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Identifying Neuropsychiatric Profiles in Parkinson’s disease, Dementia with Lewy Bodies and Alzheimer’s disease [abstract]

Smith, D., Donaghy, P., Galna, B.ORCID: 0000-0002-5890-1894, Yarnall, A., Taylor, J.P., Burn, D., Thomas, A., Rochester, L., McArdle, R. and Lawson, R. (2020) Identifying Neuropsychiatric Profiles in Parkinson’s disease, Dementia with Lewy Bodies and Alzheimer’s disease [abstract]. Movement Disorders, 35 (suppl 1). Abstract Number: 377.

Abstract

Objective: To compare Neuropsychiatric symptoms (NPS) in participants with Parkinson’s disease (PD), Parkinson’s disease with dementia (PDD), dementia with Lewy bodies (DLB), Alzheimer’s disease (AD) and healthy older adults (HOA).

Background: Neuropsychiatric symptoms (NPSs) are common in neurodegenerative diseases and present differently depending on the disease type. Identification of specific NPS profiles could be useful for clinical management or identifying individuals at risk of developing dementia subtypes.

Method: A cross-sectional sample (n=187) of participants with PD, PDD, DLB, or AD were compared with HOA; participants were from the ICICLE-PD and GaitDem studies. NPS were evaluated using the Neuropsychiatric Inventory (NPI), a comprehensive assessment answered by the participant’s caregiver which scores the frequency and severity of twelve common NPS, plus a total score. Backwards stepwise linear regression was used to identify which NPS symptoms were associated with NPI total.

Results: The most commonly reported symptoms were apathy in AD participants (53.6%), anxiety in DLB participants (65.4%), depression for PDD participants (55.8%), and sleep disturbances for PD participants (36.2%). There were no significant differences in NPI total score across dementia groups, although hallucinations were more frequent in PDD and DLB (p<0.001) and anxiety was more frequent in DLB (p<0.001). Regression analysis yielded four distinct NPS profiles across PD, PDD, DLB, and AD groups. The models accounted for 76.2-82.7% of the NPS variance (p<0.001 for all).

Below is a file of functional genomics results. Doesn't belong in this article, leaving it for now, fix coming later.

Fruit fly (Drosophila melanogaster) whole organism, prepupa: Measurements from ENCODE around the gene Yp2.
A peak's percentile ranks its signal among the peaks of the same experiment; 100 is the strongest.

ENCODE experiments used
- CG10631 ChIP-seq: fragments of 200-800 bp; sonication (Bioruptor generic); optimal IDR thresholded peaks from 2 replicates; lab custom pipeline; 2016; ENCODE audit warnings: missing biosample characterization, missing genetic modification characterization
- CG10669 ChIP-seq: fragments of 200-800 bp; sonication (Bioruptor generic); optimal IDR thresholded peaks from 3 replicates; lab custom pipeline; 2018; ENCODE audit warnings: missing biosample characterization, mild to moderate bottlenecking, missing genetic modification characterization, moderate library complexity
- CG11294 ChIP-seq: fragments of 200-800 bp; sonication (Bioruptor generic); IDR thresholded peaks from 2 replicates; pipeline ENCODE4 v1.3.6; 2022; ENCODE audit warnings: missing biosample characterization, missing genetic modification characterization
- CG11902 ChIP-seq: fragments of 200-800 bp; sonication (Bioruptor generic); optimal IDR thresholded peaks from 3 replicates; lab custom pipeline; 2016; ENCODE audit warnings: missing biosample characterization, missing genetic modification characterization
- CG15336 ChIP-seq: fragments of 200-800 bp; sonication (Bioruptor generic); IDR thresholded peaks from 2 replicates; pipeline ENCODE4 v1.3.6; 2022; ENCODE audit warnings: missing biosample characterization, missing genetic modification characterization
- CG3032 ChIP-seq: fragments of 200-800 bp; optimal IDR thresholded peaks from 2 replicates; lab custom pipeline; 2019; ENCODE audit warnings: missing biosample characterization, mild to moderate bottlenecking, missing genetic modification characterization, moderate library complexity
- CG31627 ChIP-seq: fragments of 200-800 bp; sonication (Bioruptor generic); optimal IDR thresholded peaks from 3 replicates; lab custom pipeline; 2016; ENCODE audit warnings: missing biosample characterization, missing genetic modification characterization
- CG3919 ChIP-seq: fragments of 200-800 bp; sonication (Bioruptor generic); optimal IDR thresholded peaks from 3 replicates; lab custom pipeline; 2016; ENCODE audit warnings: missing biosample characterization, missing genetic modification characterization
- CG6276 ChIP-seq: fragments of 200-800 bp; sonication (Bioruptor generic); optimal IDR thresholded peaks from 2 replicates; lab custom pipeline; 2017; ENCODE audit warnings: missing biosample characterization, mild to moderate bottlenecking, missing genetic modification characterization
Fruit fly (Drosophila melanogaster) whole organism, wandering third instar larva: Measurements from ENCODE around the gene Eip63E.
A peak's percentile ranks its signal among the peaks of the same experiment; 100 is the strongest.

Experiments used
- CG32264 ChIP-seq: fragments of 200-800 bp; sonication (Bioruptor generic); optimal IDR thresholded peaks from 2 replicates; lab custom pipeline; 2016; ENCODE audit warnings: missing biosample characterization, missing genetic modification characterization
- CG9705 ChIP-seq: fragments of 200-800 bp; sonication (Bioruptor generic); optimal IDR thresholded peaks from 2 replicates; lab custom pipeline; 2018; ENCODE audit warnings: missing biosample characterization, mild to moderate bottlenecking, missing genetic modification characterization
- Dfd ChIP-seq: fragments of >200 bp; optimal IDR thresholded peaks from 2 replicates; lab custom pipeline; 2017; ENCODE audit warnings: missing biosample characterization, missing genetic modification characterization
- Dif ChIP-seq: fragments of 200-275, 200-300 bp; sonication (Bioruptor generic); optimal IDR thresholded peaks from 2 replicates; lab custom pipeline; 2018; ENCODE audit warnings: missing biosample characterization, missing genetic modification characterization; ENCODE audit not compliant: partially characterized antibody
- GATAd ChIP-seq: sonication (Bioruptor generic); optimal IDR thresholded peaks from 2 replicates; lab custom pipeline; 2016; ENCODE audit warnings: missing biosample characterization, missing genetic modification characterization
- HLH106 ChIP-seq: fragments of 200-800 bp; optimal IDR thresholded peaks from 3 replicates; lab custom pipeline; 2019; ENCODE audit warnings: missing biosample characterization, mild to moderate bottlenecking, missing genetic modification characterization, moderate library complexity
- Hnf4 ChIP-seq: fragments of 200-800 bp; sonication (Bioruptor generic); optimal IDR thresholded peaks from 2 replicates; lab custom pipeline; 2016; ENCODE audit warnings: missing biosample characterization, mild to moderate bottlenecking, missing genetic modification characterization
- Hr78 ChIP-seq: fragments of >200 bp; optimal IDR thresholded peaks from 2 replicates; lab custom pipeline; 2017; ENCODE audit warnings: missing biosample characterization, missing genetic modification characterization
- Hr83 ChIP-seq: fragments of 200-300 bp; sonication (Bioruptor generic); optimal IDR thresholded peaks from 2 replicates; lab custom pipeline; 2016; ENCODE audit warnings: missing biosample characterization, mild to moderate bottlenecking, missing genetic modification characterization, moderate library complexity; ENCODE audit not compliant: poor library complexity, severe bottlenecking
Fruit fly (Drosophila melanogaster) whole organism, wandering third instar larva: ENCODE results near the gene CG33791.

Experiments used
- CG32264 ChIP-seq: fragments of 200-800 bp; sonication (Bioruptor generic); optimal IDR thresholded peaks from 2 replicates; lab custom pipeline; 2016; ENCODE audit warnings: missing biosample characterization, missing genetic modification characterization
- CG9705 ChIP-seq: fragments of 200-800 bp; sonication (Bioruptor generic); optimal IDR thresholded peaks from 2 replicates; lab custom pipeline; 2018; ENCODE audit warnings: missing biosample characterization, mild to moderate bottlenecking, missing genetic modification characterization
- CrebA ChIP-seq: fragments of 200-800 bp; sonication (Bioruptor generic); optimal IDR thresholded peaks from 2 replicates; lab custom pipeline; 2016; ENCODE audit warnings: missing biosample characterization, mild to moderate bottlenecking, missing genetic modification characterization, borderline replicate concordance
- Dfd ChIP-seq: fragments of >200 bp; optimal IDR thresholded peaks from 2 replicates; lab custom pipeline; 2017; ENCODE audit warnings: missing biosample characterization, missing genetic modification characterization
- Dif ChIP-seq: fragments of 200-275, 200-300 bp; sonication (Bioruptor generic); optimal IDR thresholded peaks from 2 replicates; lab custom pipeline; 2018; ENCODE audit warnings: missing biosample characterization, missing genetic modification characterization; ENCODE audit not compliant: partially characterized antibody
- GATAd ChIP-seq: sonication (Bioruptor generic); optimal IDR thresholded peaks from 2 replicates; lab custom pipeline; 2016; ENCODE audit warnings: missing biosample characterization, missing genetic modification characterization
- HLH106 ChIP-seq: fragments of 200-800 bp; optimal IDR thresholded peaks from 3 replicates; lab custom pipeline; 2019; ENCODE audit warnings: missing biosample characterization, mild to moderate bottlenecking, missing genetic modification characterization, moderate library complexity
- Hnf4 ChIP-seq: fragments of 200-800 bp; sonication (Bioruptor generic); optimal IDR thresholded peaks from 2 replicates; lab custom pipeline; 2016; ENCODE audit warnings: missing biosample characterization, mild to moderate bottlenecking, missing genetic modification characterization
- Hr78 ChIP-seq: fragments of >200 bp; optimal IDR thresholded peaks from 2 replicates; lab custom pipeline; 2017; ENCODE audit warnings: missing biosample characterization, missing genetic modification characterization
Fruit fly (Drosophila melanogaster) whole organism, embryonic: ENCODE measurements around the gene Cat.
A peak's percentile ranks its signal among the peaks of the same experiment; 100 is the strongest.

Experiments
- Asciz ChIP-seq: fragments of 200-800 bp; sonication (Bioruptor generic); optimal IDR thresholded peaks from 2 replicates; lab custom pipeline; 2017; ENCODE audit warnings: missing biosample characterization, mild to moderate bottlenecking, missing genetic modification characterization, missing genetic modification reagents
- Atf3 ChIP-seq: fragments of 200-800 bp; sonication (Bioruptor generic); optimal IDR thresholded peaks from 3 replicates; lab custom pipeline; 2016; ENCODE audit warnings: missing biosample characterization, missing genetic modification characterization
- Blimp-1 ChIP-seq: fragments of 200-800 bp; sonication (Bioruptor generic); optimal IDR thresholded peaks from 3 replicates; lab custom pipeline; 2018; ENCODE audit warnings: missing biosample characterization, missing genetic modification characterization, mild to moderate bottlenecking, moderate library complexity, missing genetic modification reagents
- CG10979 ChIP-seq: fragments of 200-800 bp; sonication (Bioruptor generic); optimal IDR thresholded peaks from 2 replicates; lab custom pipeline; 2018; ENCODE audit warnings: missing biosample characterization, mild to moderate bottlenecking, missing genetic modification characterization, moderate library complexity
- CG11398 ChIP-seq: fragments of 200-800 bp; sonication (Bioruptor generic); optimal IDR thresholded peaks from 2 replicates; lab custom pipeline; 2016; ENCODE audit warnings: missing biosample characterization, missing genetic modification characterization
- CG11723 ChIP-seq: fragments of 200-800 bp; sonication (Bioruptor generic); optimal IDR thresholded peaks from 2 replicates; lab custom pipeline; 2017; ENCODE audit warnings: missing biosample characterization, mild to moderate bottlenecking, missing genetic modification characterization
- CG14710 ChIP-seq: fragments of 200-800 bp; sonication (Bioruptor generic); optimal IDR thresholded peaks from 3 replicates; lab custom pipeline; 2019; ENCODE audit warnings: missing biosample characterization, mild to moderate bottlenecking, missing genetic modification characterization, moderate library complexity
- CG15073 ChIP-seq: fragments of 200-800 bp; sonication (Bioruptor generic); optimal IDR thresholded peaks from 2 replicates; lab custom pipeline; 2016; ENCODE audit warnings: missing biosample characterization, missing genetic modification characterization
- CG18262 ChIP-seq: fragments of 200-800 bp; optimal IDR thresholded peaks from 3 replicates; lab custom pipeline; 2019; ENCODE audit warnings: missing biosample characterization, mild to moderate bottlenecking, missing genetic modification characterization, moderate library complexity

Conclusion: NPS are more common and more severe in neurodegenerative disorders compared with normal ageing. The profile of NPS associated with a greater overall psychiatric burden is unique to each disorder group. Future work should investigate how these profiles change as the disease advances. Identification of NPS profiles could identify individuals most at risk of developing dementia, support differential diagnosis, and could have utility in future clinical trials.

Item Type: Journal Article
Publisher: John Wiley & Sons, Inc.
Publisher's Website: https://www.mdsabstracts.org/abstract/identifying-...
Other Information: Part of: MDS Virtual Congress 2020, 12-16 September 2020.
URI: http://researchrepository.murdoch.edu.au/id/eprint/62933
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